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Find the Right Front Office Staff for Your Medical Practice


As patient satisfaction begins to play a larger role in reimbursements, make sure you have the right people representing you in your front office.

You could be the most friendly, caring, intelligent physician around, but if your patients have a miserable time setting up appointments or sitting in your reception area, your patient retention and satisfaction scores will drop.

As patient satisfaction begins to play a larger role in physician compensation structures and reimbursements, it’s especially important make sure you have the right people representing you in your front office.

In a recent webinar hosted by NotifyMD, a provider of healthcare call center services, practice management consultant Elizabeth Woodcock provided several tips for recruiting and retaining these essential employees. Here are the highlights:

Don’t rush to hire. When your practice loses a front-office employee, everyone suffers. Patient wait times increase, phone calls back up, and appointment scheduling becomes a mess. But don’t be tempted into hiring the first candidate that comes along.

Front-office staff members have “challenging” responsibilities, says Woodcock. Make sure you find a candidate who can fulfill those expectations and fit in with the rest of your staff.

Description matters. A great job description is the “key” to finding the right candidate, says Woodcock. Here’s what to include in your job description to ensure it is thorough and appealing to candidates:

• Position title and summary
• Responsibilities 
• Reporting Structure (supervisor, etc.)
• Qualifications
• Practice location, overview, contact information
• Work schedule (full- or part-time)
• Compensation and benefits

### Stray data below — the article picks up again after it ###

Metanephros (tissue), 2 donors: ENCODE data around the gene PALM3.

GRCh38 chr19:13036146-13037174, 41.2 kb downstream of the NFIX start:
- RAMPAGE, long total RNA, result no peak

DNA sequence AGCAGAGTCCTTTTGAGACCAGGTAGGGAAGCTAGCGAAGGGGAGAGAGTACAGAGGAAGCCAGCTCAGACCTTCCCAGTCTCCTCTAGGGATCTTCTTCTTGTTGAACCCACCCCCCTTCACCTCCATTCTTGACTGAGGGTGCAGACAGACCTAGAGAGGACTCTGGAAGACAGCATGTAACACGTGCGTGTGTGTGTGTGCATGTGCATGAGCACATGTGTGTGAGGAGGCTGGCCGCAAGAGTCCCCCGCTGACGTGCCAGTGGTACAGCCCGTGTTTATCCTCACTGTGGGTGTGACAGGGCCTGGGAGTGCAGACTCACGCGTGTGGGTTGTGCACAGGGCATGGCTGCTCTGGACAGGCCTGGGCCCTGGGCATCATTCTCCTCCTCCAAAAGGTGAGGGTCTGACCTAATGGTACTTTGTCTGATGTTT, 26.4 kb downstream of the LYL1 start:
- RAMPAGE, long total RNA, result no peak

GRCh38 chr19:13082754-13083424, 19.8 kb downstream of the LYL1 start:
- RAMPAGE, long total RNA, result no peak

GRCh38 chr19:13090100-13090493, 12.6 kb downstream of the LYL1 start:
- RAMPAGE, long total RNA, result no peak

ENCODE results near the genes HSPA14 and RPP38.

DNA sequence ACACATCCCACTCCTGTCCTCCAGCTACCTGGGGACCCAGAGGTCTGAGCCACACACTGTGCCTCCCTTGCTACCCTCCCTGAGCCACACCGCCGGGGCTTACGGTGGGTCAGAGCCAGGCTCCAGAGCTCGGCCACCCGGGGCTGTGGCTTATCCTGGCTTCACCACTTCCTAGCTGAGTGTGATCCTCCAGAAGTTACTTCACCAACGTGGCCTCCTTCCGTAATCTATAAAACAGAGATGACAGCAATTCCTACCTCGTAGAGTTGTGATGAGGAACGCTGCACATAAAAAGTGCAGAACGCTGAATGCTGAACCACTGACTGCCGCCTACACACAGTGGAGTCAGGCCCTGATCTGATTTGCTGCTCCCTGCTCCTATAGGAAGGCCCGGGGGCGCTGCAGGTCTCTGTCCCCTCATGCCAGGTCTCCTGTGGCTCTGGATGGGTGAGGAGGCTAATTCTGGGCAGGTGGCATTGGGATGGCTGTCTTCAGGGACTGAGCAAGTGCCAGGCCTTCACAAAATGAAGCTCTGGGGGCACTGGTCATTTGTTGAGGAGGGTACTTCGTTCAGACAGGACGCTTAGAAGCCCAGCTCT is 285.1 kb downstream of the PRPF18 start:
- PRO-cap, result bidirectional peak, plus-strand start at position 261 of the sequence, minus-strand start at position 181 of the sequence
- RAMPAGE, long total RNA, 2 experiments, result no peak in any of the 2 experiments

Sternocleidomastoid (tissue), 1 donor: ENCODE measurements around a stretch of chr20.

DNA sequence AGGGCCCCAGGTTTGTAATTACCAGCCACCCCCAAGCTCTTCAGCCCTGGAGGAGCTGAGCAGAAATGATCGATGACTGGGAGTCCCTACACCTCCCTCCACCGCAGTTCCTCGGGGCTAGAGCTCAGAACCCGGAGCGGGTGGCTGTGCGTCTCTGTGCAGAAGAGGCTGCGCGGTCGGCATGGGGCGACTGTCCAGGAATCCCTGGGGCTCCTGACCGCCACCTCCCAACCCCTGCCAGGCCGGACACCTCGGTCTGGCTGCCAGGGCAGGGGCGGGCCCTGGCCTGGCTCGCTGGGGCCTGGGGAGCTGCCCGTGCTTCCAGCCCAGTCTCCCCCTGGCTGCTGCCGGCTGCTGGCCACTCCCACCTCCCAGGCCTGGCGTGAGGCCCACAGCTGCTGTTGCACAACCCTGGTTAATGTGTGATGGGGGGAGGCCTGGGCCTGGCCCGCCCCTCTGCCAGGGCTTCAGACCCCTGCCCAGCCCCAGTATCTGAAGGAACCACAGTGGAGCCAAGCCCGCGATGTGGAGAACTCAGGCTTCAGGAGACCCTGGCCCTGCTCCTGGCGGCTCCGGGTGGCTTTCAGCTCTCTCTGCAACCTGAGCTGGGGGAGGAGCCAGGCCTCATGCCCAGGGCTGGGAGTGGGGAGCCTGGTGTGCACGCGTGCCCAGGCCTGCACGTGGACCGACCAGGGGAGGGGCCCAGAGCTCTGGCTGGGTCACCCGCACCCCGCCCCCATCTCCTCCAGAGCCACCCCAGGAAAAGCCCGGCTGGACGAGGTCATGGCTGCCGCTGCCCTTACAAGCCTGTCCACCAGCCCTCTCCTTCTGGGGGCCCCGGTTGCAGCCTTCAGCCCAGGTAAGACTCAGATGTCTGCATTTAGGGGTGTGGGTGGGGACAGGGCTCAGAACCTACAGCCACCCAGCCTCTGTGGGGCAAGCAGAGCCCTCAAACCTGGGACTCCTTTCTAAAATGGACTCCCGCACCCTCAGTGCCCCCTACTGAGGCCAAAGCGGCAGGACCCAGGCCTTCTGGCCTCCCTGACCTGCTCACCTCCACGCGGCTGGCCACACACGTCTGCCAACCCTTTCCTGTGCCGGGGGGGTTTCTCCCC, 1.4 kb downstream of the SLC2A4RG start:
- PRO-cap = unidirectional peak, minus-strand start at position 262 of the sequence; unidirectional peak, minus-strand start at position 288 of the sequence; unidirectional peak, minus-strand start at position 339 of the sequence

• Expectations and basis for performance valuation

Qualifications must include “exceptional” verbal and written communication skills, strong negotiating skills, emotional intelligence, a calm and confident demeanor, and tech savvy, Woodcock says.

“Be a little bit more creative” when posting the description, she says. Consider a social networking site like LinkedIn. And consider advertising on Healthecareers.com, a healthcare excusive job positing site.

Be fair and specific about compensation and benefits. When determining what salary range to offer, consider using MGMA benchmarks, says Woodcock.

Salary.com is also a great option because you can search by zip code to view the median salary for similar jobs in your area, she says.

To give you more of an idea of salary range, salary.com currently lists the national median salary for “clinic receptionists” at $29,770 annually.

Benefits should include “tangible benefits,” such as health insurance, life insurance, paid time off, and a retirement plan, Woodcock says.

Also note “intangible benefits,” such as flexible scheduling and growth opportunities, says Woodcock. “Create a path for your patient communications staff to go in your practice when they grow professionally.”

When meeting with candidates list the benefits offered and beside each item, show its monetary cost to your practice. This is especially helpful to candidates when they are comparing job offers, she says.

Interview better. “Take it up a notch” when it comes to interviewing candidates, says Woodcock.
Ask test questions to assess their skills, such as: “When the phone rings, what would you suggest as the initial greeting?”

Evaluate perceptiveness by asking, “What did you notice about the reception area when you came in?”

Also implement skill-testing scenarios. For instance, pretend you are a patient calling to schedule an appointment. Ask the candidate to take a message based on the information you provide.

Finally, when you’ve narrowed your search down to two or three candidates invite them into the office for a “working interview,” says Woodcock. At this time the candidate can ask questions, observe, and meet other employees.

It gives the candidate an opportunity to “really understand the job,” she says. And it’s an opportunity for current staff members to assess the candidate and “provide feedback.”

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